SH:24 Wins Digital Award for Tackling London’s High STI Rates
UK sexual health team recognized for its collaborative work to deliver services.
Specifically, SH:24 received the Cross-Sector Digital Collaboration of the year award on June 22.
The Digital Leaders 100 list was launched in 2013 to recognize people and companies who are innovating in their areas. Nominations are made through a public vote and winners are decided by a panel of judges, which included Uber general manager Chris Yiu and radio and TV presenter Maggie Philbin.
The SH:24 team works with NHS hospitals across London. By collaborating with shipping companies, local councils, labs, and other sexual health services, the team is able to deliver free STI tests, chlamydia treatment, and contraception remotely. These efforts ease pressure on the NHS and serve those unwilling or unable to visit a clinic.
Working together with so many sectors, it’s no wonder it was recognized for a collaboration award.
Testing kits can be ordered online with a few clicks and sent discreetly to your home. Once completed, you can then send the kits to the SH:24 labs for free. Results are then texted to your phone within seven days (although most users report receiving results sooner).
Founded in 2015, STI tests from SH:24 were first available in the South London boroughs of Lambeth and Southwark, where last year more than 16,800 people were turned away from clinics.
The burden on services also coincided with Lambeth overtaking Hackney as the borough with the highest rate of STIs in England. London as a whole made up one in four of all STIs in England and claimed 18 of the 20 boroughs with the nation’s highest STI rates. More than a third of reported diagnoses in London were in youth ages 15 to 24.
Today, SH:24 provides STI tests in six other areas around the UK and is trialing home chlamydia treatment in Lambeth and Southwark.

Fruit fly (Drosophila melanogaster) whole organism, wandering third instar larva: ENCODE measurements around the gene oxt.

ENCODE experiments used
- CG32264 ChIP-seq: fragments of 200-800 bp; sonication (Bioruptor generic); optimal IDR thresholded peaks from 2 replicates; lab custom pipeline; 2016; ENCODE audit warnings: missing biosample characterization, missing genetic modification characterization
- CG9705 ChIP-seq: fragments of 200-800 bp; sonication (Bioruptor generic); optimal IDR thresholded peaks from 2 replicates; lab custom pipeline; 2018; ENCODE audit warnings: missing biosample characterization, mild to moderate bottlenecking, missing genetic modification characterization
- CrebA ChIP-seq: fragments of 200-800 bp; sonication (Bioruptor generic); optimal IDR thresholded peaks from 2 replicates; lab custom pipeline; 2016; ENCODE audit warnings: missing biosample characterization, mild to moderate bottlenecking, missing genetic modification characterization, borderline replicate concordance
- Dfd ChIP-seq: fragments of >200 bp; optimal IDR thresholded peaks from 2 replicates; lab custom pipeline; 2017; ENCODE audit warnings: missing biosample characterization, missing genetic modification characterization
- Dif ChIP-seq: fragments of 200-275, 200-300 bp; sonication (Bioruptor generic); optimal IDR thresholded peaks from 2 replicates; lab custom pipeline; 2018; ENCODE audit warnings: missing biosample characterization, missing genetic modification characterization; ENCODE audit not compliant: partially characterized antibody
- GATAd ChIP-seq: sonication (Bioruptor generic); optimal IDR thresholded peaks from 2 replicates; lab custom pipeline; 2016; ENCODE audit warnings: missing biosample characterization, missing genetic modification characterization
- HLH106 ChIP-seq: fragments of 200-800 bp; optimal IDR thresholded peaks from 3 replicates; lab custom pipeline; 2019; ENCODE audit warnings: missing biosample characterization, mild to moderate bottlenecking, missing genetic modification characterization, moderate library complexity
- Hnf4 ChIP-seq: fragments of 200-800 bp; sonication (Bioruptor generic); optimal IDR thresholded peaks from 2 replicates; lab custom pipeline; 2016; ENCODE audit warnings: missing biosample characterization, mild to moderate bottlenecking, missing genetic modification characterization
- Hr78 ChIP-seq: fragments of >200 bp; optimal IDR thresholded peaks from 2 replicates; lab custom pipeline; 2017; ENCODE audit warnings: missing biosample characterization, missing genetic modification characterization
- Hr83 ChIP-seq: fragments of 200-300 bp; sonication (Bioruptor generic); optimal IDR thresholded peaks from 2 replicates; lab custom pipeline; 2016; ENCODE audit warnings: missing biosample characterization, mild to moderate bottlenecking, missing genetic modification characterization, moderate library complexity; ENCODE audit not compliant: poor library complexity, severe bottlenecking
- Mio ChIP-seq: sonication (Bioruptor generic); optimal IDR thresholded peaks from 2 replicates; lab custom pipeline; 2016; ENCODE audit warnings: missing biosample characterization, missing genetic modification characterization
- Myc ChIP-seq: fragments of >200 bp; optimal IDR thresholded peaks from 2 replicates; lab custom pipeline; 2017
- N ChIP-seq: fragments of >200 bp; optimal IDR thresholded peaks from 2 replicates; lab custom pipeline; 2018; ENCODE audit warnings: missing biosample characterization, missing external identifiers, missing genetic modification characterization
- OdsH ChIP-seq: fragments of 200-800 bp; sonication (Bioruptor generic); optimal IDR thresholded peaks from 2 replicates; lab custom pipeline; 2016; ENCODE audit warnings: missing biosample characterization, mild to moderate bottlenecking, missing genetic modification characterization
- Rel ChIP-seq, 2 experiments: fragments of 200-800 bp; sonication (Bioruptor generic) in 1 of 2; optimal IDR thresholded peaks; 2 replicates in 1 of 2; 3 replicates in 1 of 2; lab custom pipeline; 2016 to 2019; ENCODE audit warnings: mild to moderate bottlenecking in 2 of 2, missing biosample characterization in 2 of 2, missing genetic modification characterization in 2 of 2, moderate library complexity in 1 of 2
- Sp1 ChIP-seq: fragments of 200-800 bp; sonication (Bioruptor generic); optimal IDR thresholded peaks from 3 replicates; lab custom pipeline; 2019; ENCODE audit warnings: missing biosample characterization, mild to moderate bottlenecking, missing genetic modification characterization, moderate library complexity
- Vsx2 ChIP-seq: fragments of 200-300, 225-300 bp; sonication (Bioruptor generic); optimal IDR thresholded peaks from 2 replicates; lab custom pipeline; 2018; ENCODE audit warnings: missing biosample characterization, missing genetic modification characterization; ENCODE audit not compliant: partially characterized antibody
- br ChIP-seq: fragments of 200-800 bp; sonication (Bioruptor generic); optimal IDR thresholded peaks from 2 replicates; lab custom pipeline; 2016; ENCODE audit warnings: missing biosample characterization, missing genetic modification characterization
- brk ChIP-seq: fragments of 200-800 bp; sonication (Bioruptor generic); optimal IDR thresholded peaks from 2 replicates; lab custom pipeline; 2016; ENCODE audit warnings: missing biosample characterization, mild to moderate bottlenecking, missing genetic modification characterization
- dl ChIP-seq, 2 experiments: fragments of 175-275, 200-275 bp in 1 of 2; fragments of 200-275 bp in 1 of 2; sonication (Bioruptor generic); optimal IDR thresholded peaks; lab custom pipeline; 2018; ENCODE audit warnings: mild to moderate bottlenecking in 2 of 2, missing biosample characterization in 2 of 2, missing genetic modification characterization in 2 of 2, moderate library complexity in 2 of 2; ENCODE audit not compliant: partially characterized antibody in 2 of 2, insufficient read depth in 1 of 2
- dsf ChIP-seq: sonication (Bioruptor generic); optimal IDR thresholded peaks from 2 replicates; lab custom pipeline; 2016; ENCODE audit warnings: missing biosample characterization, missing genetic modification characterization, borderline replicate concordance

“A clinician will call up and go through some quick survey questions with them to check that it’s safe to do,” says Leanne Ford, the SH:24 communication lead. “Then if it’s safe for them we’ll post them the treatment, which saves them going into the clinic.”
Tech for users
“The user-centred design is what sets it apart,” continues Ford. “We invest so much time talking to people and understanding what they want so we don’t build in anything they don’t need.
“Our information pages are quite unique as a result—they prioritize the information that users have told us they’d want to see first, so you’ll see the benefits at the top. We still have clinicians from King’s College Hospital NHS Foundation Trust and Guy’s and St Thomas’ NHS Foundation Trust involved throughout the service. So all information we provide is clinically sound, but it’s more user-focused.”
This user-friendly approach is incorporated into every aspect of the service, including kit design, text messages, instructional videos for the blood test, and the online interface.
Last year, the UK’s Government Digital Service blog praised the team for rethinking how the Internet is used in order to deliver accessible sexual health testing services.